What Happens When the Fed Raises Rates

August 31, 2015 | by Justin Capetola

Rising Interest rates

To move the U.S. economy out of the carnage left from the Great Recession, the Federal Reserve Bank adopted a near zero interest rate policy almost 8 years ago. This policy, along with FOMC operations such as QE1, QE2, etc. was unprecedented and has had an enormous impact on the stock market. The FEDs balance sheet has grown from $1T to $4.5T while the stock market has tripled in price from the March 2009 low. Corporate earnings have grown… With the U.S. economy on more stable footing, attention is now being focused on when the FED will hike rates and how much. Aside from the issues with Greece, much of the volatility we have seen in 2015 is a result of speculation on FED actions. Raising the interest rate should signal that the economy is in fact stronger than it has been. But, we have never been in a near zero interest rate environment for so long and we have never been through so many rounds of easing. The volatility about this speculation centers on this question – What will happen to the stock market after the FED ends the near zero interest rate policy?

Nuveen Asset Management’s Bob Doll wrote an article in Barron’s that summarizes the performance of stocks before and after rates rise. When rates rise, the end to the rising stock market is not necessarily over.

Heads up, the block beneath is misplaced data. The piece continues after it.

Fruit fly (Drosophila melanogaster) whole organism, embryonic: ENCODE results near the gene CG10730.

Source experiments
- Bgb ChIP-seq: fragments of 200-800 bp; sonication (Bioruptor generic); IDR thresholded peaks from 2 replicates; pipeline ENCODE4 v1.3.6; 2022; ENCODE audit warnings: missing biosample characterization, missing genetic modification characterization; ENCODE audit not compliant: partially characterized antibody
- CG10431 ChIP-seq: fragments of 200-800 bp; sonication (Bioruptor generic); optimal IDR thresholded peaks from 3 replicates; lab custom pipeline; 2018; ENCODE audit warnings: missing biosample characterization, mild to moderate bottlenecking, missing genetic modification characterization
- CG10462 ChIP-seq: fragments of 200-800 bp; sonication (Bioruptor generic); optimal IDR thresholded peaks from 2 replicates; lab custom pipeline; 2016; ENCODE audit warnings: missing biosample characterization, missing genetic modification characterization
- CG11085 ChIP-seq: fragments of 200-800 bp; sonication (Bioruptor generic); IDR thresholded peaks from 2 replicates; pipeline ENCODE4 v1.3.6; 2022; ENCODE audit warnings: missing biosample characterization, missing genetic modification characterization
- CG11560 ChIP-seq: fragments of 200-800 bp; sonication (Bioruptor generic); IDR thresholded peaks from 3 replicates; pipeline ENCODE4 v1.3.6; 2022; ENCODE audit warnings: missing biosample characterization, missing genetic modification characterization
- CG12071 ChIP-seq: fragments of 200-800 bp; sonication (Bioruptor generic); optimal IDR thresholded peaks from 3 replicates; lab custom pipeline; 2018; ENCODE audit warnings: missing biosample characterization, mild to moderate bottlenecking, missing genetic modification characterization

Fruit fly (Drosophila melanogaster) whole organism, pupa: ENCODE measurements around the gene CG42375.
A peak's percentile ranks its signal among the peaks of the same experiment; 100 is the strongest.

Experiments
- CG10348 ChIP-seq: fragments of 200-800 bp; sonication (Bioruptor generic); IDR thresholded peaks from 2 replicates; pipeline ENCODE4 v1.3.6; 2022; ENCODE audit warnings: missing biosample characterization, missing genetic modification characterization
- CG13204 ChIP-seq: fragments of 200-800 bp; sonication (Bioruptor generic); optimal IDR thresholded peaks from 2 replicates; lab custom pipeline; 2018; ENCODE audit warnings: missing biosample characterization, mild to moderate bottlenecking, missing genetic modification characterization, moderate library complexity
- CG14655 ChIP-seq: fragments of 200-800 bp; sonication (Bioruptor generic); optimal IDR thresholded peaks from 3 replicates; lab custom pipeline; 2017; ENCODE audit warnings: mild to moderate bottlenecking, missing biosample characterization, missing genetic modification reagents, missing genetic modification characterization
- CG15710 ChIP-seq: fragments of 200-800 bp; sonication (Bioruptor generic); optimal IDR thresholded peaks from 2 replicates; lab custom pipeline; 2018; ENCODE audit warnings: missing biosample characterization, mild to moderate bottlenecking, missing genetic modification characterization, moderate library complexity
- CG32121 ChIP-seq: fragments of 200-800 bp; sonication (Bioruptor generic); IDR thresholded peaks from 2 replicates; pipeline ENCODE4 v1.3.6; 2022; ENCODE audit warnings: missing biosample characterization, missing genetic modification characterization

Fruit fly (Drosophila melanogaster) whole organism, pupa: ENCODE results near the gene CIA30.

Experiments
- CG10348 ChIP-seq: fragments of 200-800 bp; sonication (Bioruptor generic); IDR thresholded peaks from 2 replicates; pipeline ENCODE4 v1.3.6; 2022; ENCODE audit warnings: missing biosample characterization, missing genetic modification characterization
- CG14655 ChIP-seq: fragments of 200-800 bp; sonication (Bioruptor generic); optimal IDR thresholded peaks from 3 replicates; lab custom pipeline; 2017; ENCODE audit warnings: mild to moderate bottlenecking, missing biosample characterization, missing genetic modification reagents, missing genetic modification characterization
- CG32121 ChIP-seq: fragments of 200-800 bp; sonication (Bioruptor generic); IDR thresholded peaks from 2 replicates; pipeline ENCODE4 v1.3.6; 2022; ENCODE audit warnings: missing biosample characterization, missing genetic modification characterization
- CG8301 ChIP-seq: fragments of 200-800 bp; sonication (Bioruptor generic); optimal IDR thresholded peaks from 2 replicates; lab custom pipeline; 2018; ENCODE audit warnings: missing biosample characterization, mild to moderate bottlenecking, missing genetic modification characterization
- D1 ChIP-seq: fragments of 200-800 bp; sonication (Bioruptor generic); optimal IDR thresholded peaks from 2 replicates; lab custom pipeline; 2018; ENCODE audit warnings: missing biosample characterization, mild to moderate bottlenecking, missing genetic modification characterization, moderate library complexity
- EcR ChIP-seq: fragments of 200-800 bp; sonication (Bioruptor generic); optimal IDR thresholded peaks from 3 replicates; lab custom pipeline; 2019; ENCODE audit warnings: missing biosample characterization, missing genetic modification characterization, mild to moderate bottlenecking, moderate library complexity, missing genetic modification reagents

Equities have survived rate hikes

(click on image to enlarge)

The key difference between these past rate hikes and this one is that the starting point is much lower – zero! With the FED assistance coming to an end, the stock market (and economy) will have to stand on its feet, unaided. Earnings will again take center stage as the primary driver (or lack thereof) for years to come. If the historical trend outlined above continues, the stock market should continue to outperform other asset classes and especially cash and fixed income. This time will occur with an increase in volatility. Our hedged equity approach seems appropriate given what we think lies ahead. Using structured notes and structured CDs that provide some downside protection and options to partially hedge should provide investors a means to participate in the growth in the stock market for years to come, while reducing some of the associated volatility.


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